Table of Contents
Journal of Biomarkers
Volume 2016, Article ID 5318239, 5 pages
Research Article

Association Study between Promoter Polymorphism of TPH1 and Progression of Idiopathic Scoliosis

1Department of Orthopedics and Traumatology, Tokuda Hospital Sofia, 51B Nikola Vaptsarov Boulevard, 1407 Sofia, Bulgaria
2National Genetic Laboratory, Medical University-Sofia, 2 Zdrave Street, 14th Floor, 1431 Sofia, Bulgaria
3Molecular Medicine Center, Medical University-Sofia, 2 Zdrave Street, 14th Floor, 1431 Sofia, Bulgaria

Received 6 March 2016; Revised 10 April 2016; Accepted 3 May 2016

Academic Editor: Maria Dusinska

Copyright © 2016 Vasil Yablanski et al. This is an open access article distributed under the Creative Commons Attribution License, which permits unrestricted use, distribution, and reproduction in any medium, provided the original work is properly cited.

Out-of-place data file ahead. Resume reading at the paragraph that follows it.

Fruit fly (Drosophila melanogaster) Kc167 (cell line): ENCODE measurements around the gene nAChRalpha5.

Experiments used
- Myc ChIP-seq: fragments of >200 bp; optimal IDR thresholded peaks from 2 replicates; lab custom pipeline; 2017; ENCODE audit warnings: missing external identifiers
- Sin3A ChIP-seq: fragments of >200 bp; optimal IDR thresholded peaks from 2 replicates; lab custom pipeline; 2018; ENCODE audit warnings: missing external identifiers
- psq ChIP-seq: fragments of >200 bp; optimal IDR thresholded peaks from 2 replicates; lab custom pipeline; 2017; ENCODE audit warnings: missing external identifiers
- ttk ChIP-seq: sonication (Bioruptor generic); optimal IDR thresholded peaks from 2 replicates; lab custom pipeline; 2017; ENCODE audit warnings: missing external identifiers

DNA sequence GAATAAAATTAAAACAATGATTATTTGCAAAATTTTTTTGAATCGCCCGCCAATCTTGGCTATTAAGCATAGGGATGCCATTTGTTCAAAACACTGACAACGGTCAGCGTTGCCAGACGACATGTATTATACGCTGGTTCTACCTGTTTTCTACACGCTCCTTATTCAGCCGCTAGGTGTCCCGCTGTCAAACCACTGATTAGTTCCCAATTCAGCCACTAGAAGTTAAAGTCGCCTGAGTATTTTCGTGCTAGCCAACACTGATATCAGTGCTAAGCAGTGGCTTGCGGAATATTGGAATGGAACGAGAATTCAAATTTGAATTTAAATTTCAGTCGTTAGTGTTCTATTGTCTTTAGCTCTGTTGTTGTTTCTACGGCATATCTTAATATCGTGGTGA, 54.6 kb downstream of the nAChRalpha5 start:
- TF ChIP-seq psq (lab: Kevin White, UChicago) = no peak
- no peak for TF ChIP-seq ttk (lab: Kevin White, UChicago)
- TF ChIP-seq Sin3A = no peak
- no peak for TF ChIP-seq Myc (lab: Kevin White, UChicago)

The concept of disease-modifier genes as an element of genetic heterogeneity has been widely accepted and reported. The aim of the current study is to investigate the association between the promoter polymorphism TPH1 (rs10488682) and progression of idiopathic scoliosis (IS) in Eastern European population sample. A total of 105 patients and 210 healthy gender-matched controls were enrolled in this study. The TPH1 promoter polymorphism was genotyped by amplification followed by restriction. The statistical analysis was performed by Fisher’s Exact Test. The results indicated that the genotypes and alleles of TPH1 (rs10488682) are not correlated with curve severity, curve pattern, or bracing. Therefore, the examined polymorphic variant could not be considered as a genetic factor with modifying effect of IS. In conclusion, this case-control study revealed no statistically significant association between TPH1 (rs10488682) and progression of IS in Eastern European population sample. These preliminary results should be replicated in extended population studies including larger sample sizes. The identification of molecular markers for IS could be useful for a more accurate prognosis of the risk for a rapid progression of the curve. That would permit early stage treatment of the patient with the least invasive procedures.